Since physiological dependence is not expected to develop in MML, the main tools to examine MML clinically are behavioral examinations through questionnaires. The DSM-IV criteria for the diagnosis of substance dependence were adopted alongside the transformed questions from the MAST by Florentine et al.13 The MAST is a well known and validated screening test for alcohol abuse.16 Alcohol can clearly induce physiological dependence. Therefore, the transformation and application of an alcohol misuse-screening tool to a presumed behavioral addiction such as MML may constrain its reliability and effectiveness. The additional inclusion of questions to assess the DSM-IV criteria for substance dependence does not change such limitations. Florentine et al.13 performed the translation of the questions with extraordinary diligence employing a three-tiered translation strategy, but translation littering from the MAST was obvious for some questions, suggesting that a direct comparison of loud music behavior to the abuse of substances such as alcohol may be partially inadequate.

The finding that no positive response from all our subjects was obtained for five items of the NEMLS questionnaire (questions 13-15, 26, and 31) may be related to these inadequacies. Neither the performance nor the playing of loud music caused any problems in the work place (covered by items 14 and 15), and none of our subjects reported that they had lost either friends or girlfriends/boyfriends, that they had been excluded from a household because of loud music activities, or that they had ever needed to spend large periods of their time in dealing with the consequences of their loud music activities. Hence, serious work-related or social problems, which have been well documented in people with addictions to alcohol or drugs,2227 have not occurred among our study subjects as a result of loud music consumption. The effects of addictive substances such as alcohol and loud music on both the individual and the surroundings are obviously different. Whereas excessive alcohol consumption makes individuals lose their inhibitions and become more likely to start a fight, loud music is more likely to provoke an aggressive response from people in the vicinity who are unwillingly exposed to it. The use of MAST derived questions such as Have you gotten into arguments or fights when listening to loud music? (question 10) may be inappropriate to search for MML behavior. In fact, the question did not discriminate well between musicians with ten positive answers and control subjects with five, whereas the equivalent question from the MAST distinguishes between alcoholics and nonalcoholics quite well.16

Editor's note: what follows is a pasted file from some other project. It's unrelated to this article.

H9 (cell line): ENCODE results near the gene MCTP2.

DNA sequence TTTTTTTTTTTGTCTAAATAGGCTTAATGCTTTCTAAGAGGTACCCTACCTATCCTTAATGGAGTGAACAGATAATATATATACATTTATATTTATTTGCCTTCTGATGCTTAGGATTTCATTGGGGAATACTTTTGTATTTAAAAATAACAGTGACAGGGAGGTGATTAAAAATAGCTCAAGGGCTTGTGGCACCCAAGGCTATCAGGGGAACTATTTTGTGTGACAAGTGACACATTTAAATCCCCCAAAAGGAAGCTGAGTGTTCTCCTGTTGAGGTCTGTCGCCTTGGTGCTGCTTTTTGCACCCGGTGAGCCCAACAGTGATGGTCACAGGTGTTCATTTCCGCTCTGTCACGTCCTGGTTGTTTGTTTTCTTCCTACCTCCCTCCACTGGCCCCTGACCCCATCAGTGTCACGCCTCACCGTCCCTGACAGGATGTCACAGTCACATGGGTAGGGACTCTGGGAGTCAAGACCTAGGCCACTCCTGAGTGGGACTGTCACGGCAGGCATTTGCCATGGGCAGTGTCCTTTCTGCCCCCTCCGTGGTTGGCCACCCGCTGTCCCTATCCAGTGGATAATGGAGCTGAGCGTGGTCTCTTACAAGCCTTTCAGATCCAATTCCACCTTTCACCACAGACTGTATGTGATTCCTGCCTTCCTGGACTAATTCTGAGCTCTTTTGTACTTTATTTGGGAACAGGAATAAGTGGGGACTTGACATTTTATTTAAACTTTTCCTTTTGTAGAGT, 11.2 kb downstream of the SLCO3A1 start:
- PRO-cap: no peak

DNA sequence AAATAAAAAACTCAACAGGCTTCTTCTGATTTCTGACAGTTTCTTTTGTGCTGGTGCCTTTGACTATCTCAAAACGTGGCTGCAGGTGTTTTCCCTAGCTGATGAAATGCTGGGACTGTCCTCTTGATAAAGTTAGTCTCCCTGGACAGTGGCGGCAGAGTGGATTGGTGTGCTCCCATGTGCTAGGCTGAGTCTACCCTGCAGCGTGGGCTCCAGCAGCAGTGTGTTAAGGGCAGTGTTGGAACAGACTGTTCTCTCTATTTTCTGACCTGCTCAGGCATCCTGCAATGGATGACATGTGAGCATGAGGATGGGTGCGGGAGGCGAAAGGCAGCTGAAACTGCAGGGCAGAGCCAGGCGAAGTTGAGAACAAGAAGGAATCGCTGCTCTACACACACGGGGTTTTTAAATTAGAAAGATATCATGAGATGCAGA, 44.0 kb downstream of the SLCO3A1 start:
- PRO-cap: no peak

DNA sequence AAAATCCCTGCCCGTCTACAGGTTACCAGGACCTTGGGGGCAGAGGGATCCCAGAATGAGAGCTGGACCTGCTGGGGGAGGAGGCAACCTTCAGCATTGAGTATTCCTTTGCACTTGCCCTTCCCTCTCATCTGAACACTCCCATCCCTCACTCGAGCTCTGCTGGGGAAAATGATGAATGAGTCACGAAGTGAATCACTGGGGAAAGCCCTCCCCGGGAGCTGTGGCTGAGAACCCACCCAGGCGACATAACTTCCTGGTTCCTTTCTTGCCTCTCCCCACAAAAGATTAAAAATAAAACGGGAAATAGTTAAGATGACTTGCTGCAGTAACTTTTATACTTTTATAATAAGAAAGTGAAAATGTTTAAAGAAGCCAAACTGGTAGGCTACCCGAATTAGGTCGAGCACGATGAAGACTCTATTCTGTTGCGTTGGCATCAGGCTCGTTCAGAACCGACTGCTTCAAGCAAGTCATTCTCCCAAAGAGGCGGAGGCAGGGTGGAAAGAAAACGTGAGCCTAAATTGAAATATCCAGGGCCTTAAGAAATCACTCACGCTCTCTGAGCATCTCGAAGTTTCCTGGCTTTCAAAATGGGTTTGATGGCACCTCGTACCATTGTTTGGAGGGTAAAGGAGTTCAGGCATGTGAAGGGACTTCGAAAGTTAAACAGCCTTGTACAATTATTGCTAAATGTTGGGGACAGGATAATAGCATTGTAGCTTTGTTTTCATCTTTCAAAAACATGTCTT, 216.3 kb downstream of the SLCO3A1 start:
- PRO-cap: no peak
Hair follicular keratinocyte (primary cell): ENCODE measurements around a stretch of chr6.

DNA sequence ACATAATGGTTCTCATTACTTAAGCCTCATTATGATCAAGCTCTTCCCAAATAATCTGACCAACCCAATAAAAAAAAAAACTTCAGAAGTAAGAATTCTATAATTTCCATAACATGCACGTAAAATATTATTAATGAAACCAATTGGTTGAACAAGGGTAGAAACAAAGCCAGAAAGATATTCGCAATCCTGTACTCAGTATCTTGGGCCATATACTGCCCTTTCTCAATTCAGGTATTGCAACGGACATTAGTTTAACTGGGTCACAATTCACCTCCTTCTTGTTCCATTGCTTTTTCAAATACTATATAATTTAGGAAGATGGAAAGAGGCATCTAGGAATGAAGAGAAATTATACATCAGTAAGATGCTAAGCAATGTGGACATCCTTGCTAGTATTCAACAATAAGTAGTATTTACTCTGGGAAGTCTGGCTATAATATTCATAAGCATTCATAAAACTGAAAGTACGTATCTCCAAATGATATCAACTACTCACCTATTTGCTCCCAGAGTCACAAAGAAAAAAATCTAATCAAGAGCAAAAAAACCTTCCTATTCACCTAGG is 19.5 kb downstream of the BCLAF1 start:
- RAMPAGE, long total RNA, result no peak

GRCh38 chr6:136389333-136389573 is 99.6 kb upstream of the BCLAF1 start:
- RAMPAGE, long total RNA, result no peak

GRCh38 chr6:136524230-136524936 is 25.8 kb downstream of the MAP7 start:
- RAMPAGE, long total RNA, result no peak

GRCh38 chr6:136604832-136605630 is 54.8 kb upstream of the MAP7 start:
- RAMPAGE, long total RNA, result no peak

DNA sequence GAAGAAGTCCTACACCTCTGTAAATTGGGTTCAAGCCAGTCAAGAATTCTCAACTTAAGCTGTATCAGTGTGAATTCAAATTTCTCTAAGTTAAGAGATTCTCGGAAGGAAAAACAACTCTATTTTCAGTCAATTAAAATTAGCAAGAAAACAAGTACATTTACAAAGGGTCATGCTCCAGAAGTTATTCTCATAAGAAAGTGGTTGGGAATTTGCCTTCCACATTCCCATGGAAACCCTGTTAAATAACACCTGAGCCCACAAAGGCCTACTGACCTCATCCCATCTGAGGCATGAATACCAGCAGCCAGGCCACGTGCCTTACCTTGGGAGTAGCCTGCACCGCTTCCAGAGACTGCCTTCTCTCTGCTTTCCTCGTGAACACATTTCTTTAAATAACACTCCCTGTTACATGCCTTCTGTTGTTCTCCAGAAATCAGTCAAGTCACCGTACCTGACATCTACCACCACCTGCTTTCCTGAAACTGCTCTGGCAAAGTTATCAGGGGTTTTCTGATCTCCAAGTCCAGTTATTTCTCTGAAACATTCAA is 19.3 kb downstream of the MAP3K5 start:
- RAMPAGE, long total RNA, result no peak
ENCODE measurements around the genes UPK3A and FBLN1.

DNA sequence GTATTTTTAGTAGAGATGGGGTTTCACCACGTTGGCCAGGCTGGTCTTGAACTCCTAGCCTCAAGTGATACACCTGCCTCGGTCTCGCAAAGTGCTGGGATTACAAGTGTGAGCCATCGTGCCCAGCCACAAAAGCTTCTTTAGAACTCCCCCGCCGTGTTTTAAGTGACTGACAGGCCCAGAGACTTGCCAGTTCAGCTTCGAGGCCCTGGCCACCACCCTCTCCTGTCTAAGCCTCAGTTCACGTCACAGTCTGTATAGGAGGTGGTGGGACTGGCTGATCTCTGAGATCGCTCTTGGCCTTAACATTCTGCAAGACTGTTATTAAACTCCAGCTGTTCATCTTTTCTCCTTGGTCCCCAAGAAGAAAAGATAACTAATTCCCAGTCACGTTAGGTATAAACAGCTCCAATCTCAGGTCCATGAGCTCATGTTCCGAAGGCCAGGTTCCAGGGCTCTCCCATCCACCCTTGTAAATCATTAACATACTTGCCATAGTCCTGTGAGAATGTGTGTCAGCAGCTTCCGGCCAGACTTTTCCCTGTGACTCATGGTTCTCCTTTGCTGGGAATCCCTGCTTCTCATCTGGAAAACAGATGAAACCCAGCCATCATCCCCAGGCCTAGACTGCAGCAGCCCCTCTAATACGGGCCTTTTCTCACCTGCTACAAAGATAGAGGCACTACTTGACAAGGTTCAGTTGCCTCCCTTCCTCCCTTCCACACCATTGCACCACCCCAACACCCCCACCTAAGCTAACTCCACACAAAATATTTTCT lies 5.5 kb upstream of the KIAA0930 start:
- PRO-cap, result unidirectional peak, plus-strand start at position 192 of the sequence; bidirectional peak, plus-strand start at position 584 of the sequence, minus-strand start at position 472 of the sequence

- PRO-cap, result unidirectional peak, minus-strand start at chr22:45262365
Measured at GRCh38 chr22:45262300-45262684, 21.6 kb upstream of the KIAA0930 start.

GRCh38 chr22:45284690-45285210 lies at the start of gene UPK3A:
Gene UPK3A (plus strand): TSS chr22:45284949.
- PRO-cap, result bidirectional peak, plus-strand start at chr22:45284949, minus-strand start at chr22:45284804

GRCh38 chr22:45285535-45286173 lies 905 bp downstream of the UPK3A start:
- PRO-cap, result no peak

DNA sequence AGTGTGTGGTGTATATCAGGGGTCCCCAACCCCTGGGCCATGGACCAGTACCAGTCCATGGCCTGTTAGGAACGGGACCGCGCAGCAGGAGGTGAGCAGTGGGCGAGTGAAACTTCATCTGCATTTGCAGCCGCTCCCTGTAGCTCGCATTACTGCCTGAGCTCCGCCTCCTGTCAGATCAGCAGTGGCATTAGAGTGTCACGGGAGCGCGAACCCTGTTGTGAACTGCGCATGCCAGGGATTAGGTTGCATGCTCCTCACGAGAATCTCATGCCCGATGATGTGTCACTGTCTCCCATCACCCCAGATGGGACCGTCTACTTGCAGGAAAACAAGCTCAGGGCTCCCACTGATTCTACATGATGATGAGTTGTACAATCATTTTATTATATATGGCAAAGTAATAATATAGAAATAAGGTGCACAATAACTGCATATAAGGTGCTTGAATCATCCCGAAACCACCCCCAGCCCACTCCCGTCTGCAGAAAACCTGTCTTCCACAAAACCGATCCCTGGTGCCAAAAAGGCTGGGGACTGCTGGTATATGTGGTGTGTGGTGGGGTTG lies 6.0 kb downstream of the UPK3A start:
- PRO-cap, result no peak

We added one question of self-assessment for addiction to loud music (question 38) examining a simple and direct criterion. This question showed good agreement with parts of the other screening tools. Six musicians described themselves as being addicted to loud music. All six were screened as positive by the NEMLS with scores of more than 15 and all fulfilled the DSM-IV criteria. The combination of a positive NEMLS score and the fulfillment of the DSM-IV criteria may be more sensitive for addictive behavior towards loud music than just a NEMLS threshold of 13 as proposed by Florentine et al.13 Twenty-six of the musician subjects in this study were screened as positive using only the threshold of 13, but only seven of them fulfilled the DSM-IV criteria. No correlation between the overall NEMLS scores and DSM-IV criteria was found in our study (Spearman rank order correlation, Rho=0.3, P=0.4), in contrast to the study of Florentine et al.13

Based on our results, we suggest a score of 15 as a threshold in the overall NEMLS and the additional fulfillment of the DSM-IV criteria for the presence of a possible MML behavior. Seven musician subjects had a positive overall NEMLS score ranging from 15 to 31 points, whereas the fulfillment of the DSM-IV criteria included in NEMLS ranged from 3 to 4 in these individuals (Table 1). However, the questions of how to diagnose MML reliably and if such a diagnosis is appropriate remain open. Addictive aspects of loud music remain a concept that has not been widely explored, and quite limited evidence and knowledge exist.

It will be necessary to improve both the understanding of the concept of MML and the diagnostic tools with future research. A low coefficient alpha result for some subareas of the NEMLS, and for some subareas of our additional questions, indicated that either some questions need to be refined or, more probably, that they are not appropriate for the proper assessment of target populations with an addictive potential to loud music. At this time, it does not seem appropriate to use the individual results from the subareas, and we do not recommend using our methods for other populations without further evaluation.

Neurocognitive development of risk aversion from early childhood to adulthood was recently investigated by Paulsen et al., using functional magnetic resonance imaging.28 Components of the brain's dopaminergic system, such as dopamine receptors, undergo final maturation in adolescence.29 In this study, the age range of participating musicians was wide. Ranging from 21 to 50 years it did not include the typical age of behavioral development implying that stages of brain development30 were not sufficiently considered leading possibly to unacknowledged influence on our results.